Robert Hilburn in the LA Times

28 Feb 1987
'U2 is what the Rolling Stones ceased being years ago -- the greatest rock 'n' roll band in the world...'

In "The Joshua Tree," U2 fills in the sketches with sometimes breathtaking signs of growth. The music -- provided by guitarist-keyboardist Dave Evans (The Edge), bassist Adam Clayton and drummer Larry Mullen -- is more tailored and assured as it expands on the moody textures of songs like "Bad" and reaches out with great effect for new, bluesy touches.

Bono Hewson's lyrics are also more consistently focused and eloquently designed than in past albums, and his singing underscores the band's expressions of disillusionment and hope with new-found power and passion. The songs are about faith, but - as suggested by such titles as "Where the Streets Have No Name" and "I Still Haven't Found What I'm Searching For" -- they aren't tidy statements of rejoicing.
Biblical images abound -- from the album title to lines like "In the locust wind comes a rattle and hum / Jacob wrestled the angel and the angel was overcome" -- but there isn't the relentless dogma that many rock observers found offensive in Dylan's "Slow Train Coming." These are human tales of reaching for your ideals while battling against moments of doubt and despair: drug addiction ("Running to Stand Still"), the death of a friend ("One Tree Hill"), government terrorism ("Mothers of the Disappeared") and social injustice ("Red Hill Mining Town").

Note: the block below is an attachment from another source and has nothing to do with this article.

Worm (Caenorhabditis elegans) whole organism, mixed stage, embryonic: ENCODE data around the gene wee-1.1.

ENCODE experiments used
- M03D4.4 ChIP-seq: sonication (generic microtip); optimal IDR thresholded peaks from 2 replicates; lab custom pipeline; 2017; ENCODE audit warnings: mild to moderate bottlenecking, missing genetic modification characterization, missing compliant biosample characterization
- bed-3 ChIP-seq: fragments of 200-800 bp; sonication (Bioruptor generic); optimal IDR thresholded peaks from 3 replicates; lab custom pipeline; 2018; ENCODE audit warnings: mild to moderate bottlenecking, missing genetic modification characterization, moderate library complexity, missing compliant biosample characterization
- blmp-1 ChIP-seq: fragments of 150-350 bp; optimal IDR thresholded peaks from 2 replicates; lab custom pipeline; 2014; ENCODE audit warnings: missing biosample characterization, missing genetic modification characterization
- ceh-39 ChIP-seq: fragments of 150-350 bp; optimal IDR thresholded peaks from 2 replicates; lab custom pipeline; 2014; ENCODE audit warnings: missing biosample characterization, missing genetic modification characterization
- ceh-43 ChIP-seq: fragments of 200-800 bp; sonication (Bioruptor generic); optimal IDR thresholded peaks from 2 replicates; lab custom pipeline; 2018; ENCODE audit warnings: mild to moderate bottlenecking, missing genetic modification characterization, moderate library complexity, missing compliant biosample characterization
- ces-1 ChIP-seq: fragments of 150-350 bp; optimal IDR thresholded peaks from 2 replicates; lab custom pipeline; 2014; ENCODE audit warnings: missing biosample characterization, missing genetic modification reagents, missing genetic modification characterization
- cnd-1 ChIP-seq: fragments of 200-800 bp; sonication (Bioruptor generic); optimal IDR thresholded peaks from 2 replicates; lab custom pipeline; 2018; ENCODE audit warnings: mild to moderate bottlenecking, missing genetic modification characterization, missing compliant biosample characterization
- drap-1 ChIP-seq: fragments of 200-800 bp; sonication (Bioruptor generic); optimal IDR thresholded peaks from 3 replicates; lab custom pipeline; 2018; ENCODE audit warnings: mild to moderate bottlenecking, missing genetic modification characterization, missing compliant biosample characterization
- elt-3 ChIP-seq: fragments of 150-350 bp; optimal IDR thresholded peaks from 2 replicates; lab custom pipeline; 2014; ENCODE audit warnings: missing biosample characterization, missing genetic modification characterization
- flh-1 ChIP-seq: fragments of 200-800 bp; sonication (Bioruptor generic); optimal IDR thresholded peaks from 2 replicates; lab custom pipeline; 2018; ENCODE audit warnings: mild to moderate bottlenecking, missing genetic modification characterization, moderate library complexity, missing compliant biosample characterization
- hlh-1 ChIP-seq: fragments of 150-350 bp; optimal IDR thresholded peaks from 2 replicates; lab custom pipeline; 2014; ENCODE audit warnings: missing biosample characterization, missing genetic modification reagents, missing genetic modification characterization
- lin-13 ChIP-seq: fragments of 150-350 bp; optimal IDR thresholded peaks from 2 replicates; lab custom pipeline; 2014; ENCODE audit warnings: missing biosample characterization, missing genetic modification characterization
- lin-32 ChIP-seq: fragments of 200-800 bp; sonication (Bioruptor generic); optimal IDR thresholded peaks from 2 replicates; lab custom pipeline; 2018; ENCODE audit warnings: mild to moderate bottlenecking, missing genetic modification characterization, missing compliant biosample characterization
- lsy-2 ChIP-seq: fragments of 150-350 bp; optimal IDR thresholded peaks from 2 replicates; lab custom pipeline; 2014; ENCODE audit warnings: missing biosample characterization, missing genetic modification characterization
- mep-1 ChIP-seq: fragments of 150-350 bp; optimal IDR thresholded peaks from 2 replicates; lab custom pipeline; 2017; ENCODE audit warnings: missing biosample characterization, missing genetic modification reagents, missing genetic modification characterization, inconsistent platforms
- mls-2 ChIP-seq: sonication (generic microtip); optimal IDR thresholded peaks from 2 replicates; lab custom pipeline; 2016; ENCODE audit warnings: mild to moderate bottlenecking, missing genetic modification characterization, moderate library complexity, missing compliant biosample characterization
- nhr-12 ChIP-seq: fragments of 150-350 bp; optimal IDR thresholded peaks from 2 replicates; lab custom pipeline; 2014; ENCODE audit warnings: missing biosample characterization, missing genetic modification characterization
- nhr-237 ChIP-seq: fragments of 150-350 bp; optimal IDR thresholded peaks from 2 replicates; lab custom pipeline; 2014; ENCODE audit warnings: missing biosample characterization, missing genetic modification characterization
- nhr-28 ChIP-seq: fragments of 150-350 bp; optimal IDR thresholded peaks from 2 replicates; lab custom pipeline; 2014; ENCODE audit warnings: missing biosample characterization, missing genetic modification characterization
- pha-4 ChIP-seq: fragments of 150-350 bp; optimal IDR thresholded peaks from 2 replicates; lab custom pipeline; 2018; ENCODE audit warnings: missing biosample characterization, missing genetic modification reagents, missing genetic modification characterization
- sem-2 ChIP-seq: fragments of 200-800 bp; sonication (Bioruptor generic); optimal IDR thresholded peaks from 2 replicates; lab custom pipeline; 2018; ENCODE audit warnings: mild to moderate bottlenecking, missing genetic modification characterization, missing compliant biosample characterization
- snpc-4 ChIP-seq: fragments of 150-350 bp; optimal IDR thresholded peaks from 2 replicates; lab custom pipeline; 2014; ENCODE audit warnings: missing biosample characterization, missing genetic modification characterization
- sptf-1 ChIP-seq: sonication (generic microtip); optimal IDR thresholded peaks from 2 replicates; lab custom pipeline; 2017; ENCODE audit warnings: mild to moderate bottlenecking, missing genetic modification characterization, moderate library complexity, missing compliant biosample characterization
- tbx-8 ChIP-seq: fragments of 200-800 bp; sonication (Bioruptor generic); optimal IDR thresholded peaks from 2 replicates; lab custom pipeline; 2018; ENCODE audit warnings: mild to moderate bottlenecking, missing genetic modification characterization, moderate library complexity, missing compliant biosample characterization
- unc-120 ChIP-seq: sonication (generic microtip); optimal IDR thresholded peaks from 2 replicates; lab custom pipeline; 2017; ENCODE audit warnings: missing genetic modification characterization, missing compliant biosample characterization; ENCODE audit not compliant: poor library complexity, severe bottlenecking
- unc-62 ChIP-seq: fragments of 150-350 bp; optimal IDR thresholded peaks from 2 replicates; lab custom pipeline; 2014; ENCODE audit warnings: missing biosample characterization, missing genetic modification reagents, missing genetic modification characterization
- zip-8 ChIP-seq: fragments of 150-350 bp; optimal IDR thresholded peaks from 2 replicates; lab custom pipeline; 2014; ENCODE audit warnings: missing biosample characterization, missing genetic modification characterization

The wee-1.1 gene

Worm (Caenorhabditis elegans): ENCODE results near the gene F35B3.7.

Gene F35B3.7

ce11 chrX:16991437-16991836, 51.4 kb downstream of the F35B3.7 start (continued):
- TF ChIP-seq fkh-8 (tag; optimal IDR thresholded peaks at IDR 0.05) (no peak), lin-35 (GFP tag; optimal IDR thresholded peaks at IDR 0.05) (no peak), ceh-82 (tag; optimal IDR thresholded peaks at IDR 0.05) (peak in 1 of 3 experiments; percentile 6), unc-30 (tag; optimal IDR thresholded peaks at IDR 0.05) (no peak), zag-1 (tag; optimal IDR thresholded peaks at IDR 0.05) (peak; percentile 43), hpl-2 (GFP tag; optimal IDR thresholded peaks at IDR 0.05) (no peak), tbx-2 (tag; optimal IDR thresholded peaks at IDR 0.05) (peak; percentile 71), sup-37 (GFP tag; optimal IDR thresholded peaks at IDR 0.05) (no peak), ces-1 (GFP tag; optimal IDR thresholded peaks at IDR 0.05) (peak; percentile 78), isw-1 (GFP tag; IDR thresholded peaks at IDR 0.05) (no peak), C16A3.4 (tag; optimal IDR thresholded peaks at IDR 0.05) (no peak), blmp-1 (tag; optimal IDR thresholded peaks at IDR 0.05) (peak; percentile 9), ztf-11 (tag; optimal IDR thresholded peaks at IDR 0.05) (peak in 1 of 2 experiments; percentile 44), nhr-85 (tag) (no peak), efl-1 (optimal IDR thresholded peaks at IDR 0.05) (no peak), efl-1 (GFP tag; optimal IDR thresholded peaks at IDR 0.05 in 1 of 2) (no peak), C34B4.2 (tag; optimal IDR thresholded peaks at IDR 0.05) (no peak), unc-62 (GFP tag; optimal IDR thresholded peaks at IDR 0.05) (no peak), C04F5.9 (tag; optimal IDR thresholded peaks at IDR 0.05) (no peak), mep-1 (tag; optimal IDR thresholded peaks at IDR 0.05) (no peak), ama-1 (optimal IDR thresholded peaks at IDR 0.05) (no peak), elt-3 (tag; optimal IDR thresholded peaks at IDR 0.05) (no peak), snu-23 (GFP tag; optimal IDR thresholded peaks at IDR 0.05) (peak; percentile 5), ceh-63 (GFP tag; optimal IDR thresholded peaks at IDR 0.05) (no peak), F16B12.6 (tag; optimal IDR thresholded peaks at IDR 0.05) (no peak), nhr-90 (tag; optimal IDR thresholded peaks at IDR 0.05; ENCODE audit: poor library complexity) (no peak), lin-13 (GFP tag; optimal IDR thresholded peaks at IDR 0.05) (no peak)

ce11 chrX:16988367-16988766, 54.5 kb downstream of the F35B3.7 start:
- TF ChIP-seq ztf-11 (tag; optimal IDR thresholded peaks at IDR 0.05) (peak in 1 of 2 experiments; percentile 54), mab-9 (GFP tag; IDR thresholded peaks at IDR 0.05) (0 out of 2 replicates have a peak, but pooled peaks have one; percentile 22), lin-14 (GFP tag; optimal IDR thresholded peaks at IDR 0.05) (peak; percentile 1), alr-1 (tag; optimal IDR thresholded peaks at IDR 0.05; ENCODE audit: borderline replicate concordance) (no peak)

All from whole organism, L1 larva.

While U2 songs frequently comment on external forces (as in an Irishman's perspective on the contradictions in American society), the heart of the LP is concerned with individual resolve. In the LP's opening lines, Hewson describes the inner battle to maintain faith and ideals: "I want to run / I want to hide / I want to tear down the walls / That hold me inside / I want to reach out / And touch the flame / Where the streets have no name."
In a time when the rock 'n' roll world feasts on the banality of such acts as Bon Jovi, "The Joshua Tree" is asking more of mainstream audiences than any pop-rock album since Bruce Springsteen's "Nebraska." But the band presents its case in such majestic, heartfelt and accessible terms that it is unlikely to encounter the radio or consumer resistance met by that stark LP. Indeed, "The Joshua Tree" finally confirms on record what this band has been slowly asserting for three years now on stage: U2 is what the Rolling Stones ceased being years ago -- the greatest rock 'n' roll band in the world. In this album, the band wears that mantle securely.
(condensed from original review)
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